In the wee hours of the morning of October 17, 2020, police arrested Fort Worth City Council Member Cary Moon, alleging that the council member was driving while intoxicated (DWI). In a statement, Moon said, “Thank you to those who have offered support. At this time, we are not able to discuss details of the case. I will be responsible for my actions and own up to any personal or legal failures.” Both the arrest and Moon's comment highlight interesting ways that a DWI could impact someone running for, or currently holding, public office. Let's discuss a couple of these issues.
DWI Impacts Professional Licensing
Many individuals who hold elected office do so on the basis of their professional accomplishments. However, DWIs can cost someone their professional license in a number of fields—such as accounting, real estate, and the practice of medicine. Furthermore, for fields based on practitioners' reputation for truth, such as the practice of law, a license can be pulled for issues of character, and DWI can be used in this context as well.
While the loss of a license could hurt a candidate's image, a DWI conviction might even limit the types of offices a candidate could pursue, since DWIs can also impact eligibility for security clearances.
DWIs are public record; candidates are of public interest
In Moon's statement, he wouldn't publicly address the facts of his case. That was a smart decision. While reporters and potential voters would love more details, Moon's attorney should be the one to decide what information should and should not be shared with the public. In a legal proceeding, there are standards of proof that must be met, the opportunity to refute the evidence, and so on. There are no such requirements in the court of public opinion. Yet a defendant's public statement could be used as evidence against them—if not to prove the allegations outright, at least to impeach their credibility.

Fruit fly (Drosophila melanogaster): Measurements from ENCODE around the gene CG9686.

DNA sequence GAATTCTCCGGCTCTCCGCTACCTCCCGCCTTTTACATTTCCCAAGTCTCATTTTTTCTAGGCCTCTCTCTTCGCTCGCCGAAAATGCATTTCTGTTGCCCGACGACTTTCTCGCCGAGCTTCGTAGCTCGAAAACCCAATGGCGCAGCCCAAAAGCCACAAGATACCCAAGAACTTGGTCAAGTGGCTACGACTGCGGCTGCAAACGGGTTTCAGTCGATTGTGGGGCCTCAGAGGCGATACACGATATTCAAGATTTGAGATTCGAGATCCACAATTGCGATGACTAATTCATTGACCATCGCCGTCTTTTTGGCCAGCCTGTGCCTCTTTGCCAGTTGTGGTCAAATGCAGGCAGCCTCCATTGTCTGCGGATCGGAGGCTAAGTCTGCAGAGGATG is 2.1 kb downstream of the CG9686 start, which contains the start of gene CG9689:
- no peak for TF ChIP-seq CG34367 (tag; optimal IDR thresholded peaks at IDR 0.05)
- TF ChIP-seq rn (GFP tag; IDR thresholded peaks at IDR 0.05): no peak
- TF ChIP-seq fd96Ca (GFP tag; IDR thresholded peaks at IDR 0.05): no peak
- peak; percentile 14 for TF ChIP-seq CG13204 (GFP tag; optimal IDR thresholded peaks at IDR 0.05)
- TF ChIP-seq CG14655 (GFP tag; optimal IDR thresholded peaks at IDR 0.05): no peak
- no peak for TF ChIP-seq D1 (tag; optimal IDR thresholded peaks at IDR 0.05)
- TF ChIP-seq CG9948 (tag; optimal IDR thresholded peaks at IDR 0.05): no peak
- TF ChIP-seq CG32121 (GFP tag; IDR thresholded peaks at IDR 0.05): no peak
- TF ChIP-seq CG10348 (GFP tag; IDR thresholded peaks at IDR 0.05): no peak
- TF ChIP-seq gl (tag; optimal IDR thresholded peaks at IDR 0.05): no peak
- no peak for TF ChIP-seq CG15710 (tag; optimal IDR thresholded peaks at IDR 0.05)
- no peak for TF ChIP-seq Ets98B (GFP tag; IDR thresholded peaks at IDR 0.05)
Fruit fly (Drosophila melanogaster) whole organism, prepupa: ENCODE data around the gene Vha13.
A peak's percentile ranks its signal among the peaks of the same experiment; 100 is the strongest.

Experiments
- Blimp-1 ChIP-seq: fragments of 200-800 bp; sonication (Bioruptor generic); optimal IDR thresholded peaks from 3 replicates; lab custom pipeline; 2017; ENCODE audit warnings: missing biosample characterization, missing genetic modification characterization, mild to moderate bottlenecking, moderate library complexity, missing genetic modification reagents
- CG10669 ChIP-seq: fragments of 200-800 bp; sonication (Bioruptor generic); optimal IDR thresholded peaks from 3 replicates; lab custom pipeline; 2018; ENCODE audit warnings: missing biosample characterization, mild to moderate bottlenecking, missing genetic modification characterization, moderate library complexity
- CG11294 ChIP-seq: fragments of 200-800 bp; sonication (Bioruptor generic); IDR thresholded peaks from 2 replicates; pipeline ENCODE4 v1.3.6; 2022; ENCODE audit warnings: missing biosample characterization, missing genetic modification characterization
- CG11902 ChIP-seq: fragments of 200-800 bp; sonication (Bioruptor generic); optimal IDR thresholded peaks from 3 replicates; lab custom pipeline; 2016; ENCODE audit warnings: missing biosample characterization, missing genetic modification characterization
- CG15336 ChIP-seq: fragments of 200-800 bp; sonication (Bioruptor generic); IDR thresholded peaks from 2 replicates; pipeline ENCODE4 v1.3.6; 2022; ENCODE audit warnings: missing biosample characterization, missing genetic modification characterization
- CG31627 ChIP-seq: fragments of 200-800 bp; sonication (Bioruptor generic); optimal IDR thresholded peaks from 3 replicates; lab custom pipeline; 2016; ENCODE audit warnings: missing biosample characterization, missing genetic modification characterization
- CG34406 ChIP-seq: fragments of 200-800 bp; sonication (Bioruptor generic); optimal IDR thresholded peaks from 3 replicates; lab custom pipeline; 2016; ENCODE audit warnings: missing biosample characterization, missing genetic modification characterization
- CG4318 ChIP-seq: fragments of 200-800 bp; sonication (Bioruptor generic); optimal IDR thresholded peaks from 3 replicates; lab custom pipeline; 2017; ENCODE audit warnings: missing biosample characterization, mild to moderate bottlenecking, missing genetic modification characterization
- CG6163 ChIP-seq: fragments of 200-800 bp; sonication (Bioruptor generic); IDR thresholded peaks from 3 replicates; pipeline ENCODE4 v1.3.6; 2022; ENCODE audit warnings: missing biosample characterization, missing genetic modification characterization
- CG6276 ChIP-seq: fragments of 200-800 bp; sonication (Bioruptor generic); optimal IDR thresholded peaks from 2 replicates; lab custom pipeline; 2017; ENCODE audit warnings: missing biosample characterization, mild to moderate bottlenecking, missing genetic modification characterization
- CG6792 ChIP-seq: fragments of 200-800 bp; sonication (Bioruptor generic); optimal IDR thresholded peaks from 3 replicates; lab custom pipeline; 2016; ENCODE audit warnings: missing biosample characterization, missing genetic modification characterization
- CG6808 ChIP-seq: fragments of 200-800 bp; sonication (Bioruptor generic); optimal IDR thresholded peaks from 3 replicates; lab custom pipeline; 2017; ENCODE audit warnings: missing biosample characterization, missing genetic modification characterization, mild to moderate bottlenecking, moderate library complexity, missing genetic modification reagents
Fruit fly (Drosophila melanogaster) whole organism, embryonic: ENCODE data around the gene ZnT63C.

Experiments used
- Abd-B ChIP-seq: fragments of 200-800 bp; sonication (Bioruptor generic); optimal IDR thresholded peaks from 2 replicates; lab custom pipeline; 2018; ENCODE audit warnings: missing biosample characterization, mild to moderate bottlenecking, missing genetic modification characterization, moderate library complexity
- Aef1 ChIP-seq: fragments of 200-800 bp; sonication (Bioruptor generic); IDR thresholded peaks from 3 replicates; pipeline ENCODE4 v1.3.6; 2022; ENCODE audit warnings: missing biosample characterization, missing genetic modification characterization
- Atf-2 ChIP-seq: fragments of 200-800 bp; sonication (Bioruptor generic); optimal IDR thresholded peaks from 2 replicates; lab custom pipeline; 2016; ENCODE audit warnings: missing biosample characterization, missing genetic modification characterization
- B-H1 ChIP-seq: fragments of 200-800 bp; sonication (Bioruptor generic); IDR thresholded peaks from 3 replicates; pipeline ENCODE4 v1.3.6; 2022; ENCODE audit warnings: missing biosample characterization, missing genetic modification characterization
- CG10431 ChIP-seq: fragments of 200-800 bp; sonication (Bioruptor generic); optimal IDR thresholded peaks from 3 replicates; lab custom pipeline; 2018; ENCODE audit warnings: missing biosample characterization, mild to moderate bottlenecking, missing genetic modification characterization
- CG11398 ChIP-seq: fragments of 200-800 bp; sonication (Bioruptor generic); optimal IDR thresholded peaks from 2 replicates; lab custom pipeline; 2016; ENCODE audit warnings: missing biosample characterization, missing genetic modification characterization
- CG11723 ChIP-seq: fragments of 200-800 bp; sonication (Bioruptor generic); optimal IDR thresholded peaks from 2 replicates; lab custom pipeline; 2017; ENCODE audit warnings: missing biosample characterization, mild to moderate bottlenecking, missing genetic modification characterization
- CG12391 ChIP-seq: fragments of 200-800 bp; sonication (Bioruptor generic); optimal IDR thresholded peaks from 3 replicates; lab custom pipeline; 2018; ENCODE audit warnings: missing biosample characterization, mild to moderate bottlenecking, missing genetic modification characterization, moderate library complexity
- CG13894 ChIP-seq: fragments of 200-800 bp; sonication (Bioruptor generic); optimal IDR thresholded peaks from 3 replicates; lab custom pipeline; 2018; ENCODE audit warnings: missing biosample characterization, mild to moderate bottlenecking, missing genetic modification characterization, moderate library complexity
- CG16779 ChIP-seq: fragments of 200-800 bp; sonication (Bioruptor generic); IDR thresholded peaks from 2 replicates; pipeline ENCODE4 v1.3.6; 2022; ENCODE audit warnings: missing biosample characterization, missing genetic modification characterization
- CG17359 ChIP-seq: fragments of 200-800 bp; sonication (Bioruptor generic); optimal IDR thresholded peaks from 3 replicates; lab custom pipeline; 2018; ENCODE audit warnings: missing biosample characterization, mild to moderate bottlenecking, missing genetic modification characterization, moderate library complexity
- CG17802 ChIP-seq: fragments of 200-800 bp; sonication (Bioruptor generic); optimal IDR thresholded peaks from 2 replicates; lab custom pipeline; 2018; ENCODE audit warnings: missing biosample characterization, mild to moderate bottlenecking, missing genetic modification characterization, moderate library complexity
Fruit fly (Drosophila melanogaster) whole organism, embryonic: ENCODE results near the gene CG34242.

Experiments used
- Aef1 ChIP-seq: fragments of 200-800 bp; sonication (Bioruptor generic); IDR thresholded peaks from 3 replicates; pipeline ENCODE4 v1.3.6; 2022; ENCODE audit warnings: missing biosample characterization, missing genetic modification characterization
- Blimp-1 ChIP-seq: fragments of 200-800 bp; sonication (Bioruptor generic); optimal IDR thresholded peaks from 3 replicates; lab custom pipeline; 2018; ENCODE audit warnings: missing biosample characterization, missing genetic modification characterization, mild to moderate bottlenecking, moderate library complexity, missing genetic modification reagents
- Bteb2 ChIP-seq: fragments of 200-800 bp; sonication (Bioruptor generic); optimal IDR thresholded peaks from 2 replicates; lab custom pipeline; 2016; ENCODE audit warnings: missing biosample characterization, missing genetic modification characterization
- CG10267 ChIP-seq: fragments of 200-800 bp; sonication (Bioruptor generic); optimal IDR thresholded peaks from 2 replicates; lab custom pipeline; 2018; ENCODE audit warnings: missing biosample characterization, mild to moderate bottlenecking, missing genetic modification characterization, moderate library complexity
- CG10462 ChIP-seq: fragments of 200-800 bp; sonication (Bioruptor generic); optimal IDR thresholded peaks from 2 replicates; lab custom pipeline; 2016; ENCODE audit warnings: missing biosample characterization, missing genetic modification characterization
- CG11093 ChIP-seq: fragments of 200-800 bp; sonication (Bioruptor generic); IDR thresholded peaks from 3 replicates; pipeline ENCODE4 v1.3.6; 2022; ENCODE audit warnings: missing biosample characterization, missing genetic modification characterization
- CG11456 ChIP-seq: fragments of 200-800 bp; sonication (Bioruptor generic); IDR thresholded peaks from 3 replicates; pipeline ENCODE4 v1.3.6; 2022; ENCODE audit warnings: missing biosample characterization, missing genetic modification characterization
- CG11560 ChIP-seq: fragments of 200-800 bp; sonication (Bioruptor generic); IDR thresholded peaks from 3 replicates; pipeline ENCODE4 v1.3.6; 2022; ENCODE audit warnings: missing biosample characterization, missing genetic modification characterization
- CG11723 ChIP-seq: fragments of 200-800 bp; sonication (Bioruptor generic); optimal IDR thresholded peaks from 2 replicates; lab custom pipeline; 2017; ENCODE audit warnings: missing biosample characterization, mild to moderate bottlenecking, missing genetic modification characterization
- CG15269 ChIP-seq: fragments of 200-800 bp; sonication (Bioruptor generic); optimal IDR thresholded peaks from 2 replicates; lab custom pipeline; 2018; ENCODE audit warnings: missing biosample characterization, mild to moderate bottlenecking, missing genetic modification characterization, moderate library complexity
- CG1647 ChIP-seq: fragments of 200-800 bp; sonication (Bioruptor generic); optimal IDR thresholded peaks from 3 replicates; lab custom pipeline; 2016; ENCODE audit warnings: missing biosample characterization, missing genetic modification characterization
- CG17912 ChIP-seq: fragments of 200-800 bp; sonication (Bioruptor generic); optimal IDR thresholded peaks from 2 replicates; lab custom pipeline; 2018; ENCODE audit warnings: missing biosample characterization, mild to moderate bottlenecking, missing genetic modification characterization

While even the allegation of a DWI might hurt a candidate—from embarrassment if nothing else—all is not automatically lost, for those with a DWI on their record and still aspire to public service. On the contrary, it's important to remember that a DWI charge is not a conviction. People can and do win in a DWI court. Even a conviction may still be removed from one's record, given the specific circumstance.
But the first step is to hire a DWI specialist to represent you.
With 20 years of experience, Houston attorney Doug Murphy is one of only two attorneys in the entire state of Texas who is Board Certified in both Criminal Law and DWI Defense. Annually heralded as one of the Best Lawyers in America by US News , he is a national expert on DWI litigation, and he regularly teaches other attorneys how to handle these cases. If you are facing DWI charges in Texas, contact Doug Murphy’s office today to discuss your case and begin working on your defense.